I spent more time out in the field today. We combined many of the skills we'd learned yesterday in one large training exercise today, complete with M16's loaded with blanks, lots of loud noise, "opposing force" instructors firing blanks at us, and what has to be one of the only bogs/swamps in North Carolina. Just to make sure that we got the whole experience, my unit was kind enough to give us uncleaned M16s and cartridges with "dummy" blanks mixed in so that our weapons jammed every 1-2 shots. (S-P-O-R-T-S... I think I've got it down now.) I felt like I was using a bolt action rifle, I was pulling back the bolt to clear jams so often. As often is the case, nothing goes as planned once weapons start going off and things start going wrong, but I think my team still did fairly well. At end of the day, I was drenched in sweat and soaked in muddy water, but it was still kind of fun.
On the home front, it seems like everything's been going wrong this week. Cristin's cell phone broke, we had plumbing issues develop yesterday, and the car had to go into the shop today. Exactly the kind of stress I was hoping that Cristin could avoid while I was gone. At this point I think we've got everything under control, so hopefully things will be more calm next week.

Thursday, October 22, 2009


The Army’s always had a reputation for giving soldiers a lot of vaccines. It’s not unheard of for new basic trainees entering the Army to have to receive upwards of 10 shots during basic training, especially if they forgot their shot records at home. At this point in my life, especially given my 7 years in the Army, I thought I was pretty well caught up on shots… but the Army never fails to come up with a few more. As part of my deployment screening, I had the privilege of getting Typhoid, Anthrax, and Smallpox vaccinations. I got the first 2 while I was still home in Missouri, but deferred the smallpox as it’s contagious and I didn’t want Drew to get exposed to it. The Typhoid wasn’t bad, but the Anthrax made my deltoid hurt for a week. Once I got here, the medics hooked me up with the Smallpox vaccine. It was a little uncomfortable to begin with (see earlier post), but now the real fun begins. The smallpox vaccine is actually an induced infection with the cowpox virus (a.k.a. vaccinia, which is where the word vaccine originated from). The initial inoculation pokes a bunch of holes in your skin to induce the virus, and then you just wait for the infection to kick in. I’ve now got a large blister/pustule on my arm. Thankfully, it doesn’t hurt, but it does get annoying that I can’t scratch it due to the risk of spreading it via my fingers to other parts of my body… no fun!!
On the homefront, I talked with Cristin (and heard Drew in the background) again tonight. Right now, I’ve still got cell phone access, although I’m shutting down my account after I leave the country. We’re going to have to rely on Skype from then on. It’s hard to imagine life before we had such instantaneous access to each other. I’m already starting to miss both of them, and I felt really bad when I couldn’t fix some problems with Cristin’s cell phone over the phone. “Hey Sean, could you fix this?” is one of Cristin’s more common greetings and usually I’m able to sort out a solution sooner or later. But this one (her phone’s microphone appears to have stopped working) had me stumped. After trying everything I could think of and Cristin taking a trip to a Verizon store, which was even less helpful, we decided that it’s time for a new phone.
We’ve spent the last 2 days in the field, yesterday spending all day at the firing range with our M16’s (I qualified the first time I fired it, really not too different from the .22 rifles we used to shoot at Boy Scout Camp, other than the bulky body armor) and then today out working on various Army-type skills. Despite sunscreen use, I’m already starting to develop my “Army Tan”. Much like the fabled farmer tan, the Army tan is a tan or sunburn that involves only the back of your hands, the back of your neck, and from the neckline of your shirt up to a line that runs about an inch above the eyebrows around to about an inch above your ears. When we’re in uniform in the field, we always have long sleeves, which covers everything but your hands, and then your helmet creates this goofy tan line above your eyebrows and ears. I’m sure this is only going to get worse once I move to warmer/sunnier locations.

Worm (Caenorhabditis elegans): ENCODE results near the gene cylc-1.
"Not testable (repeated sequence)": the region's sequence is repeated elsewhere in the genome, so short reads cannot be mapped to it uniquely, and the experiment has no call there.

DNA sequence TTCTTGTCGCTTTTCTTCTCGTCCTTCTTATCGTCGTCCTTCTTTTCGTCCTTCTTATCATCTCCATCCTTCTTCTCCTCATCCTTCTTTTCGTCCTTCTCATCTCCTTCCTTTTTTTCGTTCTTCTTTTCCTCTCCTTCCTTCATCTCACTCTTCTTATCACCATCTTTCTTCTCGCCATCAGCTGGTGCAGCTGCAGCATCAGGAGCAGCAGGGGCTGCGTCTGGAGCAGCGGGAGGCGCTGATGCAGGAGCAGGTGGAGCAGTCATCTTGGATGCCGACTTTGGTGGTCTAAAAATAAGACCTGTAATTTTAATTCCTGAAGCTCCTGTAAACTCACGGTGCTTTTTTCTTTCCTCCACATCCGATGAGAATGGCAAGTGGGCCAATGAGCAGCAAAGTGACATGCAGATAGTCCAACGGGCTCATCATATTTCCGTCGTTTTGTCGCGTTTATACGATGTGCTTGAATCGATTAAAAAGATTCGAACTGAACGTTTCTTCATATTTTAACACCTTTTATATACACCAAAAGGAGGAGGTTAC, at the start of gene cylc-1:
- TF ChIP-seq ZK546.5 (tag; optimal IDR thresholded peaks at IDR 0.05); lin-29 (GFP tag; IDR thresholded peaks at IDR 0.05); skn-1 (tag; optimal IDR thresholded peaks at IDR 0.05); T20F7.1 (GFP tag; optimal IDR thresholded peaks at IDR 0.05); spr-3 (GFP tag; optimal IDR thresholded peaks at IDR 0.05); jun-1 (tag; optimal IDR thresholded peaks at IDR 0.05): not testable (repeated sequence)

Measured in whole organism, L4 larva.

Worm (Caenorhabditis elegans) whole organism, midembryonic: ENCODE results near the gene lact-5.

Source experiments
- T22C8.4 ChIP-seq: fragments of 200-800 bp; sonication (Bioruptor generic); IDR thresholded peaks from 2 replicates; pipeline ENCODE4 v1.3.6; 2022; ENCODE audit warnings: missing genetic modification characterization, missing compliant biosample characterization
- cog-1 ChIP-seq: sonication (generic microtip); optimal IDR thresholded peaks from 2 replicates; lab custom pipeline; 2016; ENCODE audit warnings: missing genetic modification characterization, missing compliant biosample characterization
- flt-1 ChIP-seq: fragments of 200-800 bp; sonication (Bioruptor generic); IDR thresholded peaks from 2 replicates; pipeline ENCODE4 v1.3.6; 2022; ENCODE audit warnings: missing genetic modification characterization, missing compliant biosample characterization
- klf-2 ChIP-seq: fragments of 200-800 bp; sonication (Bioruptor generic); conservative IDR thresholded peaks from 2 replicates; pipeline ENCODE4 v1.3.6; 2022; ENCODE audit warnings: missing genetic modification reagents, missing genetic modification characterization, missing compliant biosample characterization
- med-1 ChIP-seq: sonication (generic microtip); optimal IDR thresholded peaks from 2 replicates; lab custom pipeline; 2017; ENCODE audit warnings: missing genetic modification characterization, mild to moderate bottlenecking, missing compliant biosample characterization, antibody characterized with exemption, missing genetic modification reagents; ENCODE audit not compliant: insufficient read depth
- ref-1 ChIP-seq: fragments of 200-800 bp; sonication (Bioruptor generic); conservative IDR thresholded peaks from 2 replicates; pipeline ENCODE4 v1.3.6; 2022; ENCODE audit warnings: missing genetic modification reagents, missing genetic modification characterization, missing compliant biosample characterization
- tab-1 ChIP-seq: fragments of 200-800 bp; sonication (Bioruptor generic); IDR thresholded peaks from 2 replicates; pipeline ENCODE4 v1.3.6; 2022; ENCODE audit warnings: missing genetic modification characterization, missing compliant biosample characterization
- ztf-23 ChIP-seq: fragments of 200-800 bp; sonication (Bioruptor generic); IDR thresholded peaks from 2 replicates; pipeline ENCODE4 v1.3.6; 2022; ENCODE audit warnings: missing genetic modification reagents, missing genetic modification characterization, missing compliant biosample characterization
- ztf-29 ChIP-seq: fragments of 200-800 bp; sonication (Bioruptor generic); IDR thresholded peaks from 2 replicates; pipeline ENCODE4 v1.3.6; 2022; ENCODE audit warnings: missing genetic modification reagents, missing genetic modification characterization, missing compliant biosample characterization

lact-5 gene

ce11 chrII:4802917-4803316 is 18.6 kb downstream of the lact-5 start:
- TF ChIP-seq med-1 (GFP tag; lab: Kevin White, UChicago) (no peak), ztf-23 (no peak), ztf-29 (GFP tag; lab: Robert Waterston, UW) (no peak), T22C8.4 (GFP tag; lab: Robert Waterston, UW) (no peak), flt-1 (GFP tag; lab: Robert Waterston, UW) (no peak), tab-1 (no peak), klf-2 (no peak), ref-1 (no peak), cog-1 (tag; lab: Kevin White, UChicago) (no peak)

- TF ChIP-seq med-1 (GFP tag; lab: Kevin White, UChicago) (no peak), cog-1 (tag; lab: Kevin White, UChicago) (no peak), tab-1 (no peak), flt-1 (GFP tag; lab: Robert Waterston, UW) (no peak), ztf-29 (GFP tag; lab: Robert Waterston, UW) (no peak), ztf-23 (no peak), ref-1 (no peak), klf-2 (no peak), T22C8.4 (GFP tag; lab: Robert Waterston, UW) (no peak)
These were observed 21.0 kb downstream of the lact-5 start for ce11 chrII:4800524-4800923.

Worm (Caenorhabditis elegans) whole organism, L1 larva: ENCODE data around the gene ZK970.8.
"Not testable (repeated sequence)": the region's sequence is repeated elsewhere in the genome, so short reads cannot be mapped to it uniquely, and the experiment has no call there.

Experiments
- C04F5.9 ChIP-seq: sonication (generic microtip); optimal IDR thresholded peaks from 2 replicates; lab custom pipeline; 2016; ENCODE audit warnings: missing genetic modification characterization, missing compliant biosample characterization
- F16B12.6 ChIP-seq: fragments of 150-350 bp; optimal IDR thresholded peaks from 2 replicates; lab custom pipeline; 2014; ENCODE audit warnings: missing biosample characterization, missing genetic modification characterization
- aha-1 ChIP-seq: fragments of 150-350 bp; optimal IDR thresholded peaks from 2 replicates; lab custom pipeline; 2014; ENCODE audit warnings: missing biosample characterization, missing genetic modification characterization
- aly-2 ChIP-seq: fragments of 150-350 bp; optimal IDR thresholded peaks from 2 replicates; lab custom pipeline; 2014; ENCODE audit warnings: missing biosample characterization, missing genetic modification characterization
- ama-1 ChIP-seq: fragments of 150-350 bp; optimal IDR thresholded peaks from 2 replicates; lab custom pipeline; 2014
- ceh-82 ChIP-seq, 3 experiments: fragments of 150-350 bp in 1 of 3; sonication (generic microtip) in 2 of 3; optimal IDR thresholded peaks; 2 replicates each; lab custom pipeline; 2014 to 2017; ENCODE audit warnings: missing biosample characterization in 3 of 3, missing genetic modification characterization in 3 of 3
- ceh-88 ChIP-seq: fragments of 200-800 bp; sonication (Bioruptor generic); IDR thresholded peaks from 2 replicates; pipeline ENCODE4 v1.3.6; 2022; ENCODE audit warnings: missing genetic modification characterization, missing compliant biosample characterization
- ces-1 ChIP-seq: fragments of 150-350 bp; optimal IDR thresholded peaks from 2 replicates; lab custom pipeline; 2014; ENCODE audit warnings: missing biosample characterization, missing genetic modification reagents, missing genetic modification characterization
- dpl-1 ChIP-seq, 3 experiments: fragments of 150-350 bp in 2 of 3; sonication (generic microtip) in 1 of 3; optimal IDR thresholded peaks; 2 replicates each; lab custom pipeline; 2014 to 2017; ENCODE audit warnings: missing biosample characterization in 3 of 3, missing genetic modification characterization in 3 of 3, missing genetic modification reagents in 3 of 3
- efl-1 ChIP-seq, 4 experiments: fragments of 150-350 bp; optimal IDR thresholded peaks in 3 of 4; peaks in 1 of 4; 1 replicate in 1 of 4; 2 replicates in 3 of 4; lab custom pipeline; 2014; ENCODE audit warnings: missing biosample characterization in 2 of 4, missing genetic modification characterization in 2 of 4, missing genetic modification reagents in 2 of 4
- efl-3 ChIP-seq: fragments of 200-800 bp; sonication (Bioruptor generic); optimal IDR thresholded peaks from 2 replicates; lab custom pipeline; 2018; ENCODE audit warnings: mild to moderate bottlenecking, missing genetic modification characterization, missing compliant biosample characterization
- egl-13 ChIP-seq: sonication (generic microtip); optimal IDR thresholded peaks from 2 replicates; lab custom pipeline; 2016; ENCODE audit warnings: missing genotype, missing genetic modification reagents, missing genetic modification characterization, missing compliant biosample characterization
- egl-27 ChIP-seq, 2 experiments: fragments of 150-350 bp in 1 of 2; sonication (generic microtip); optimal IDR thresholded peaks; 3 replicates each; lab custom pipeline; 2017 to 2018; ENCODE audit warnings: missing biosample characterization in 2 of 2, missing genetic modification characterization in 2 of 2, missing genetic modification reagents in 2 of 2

Tuesday, October 20, 2009

Fun and Games

We got to go play video games on the Army's dime today, even if they were video games with a purpose. They had this complicated set-up where there was a full screen projection of a firing range with very realistic laser-firing guns with pneumatic hook-ups to simulate recoil. It was alot of fun, although I found that markmanship is harder than you'd think when you've got body armor on. Otherwise, not much exciting going on at the moment. The internet connection's kind of shakey tonight, so I think I'm going to cut things off here.

Saturday, October 17, 2009

Airborne... kinda

So, as some of the more astute observers may have noted, my unit's combat patch designates us as an Airborne unit. This is a designation in the Army that specifies that the unit is theoretically capable of being deployed from a plane... via parachute. I myself have never been through Army Airborne school. And to be perfectly honest, don't plan on jumping out of an airplane anytime during our upcoming deployment. (I always thought that Airborne school would be fun. But in my current job as a doc in a clinic, it's a pretty big stretch to convince my boss that it would somehow benefit the Family Medicine Clinic and let me do my job better if I left the hospital for a month, saw no patients, and learned the proper way to jump out of airplanes.) None the less, as I am now an official member of a Combat Support Hospital, I have become a member of an Airborne unit, with all of it's associated priveleges. Today was another day of death by powerpoint, but the morning's highlight was the Airborne "Beret Ceremony". In it, our unit assembled, we got a speech from the hospital commander about the history of the red beret, and then all of the newly assigned soldiers were allowed to don the red beret, which all Airborne soldiers wear, for the first time.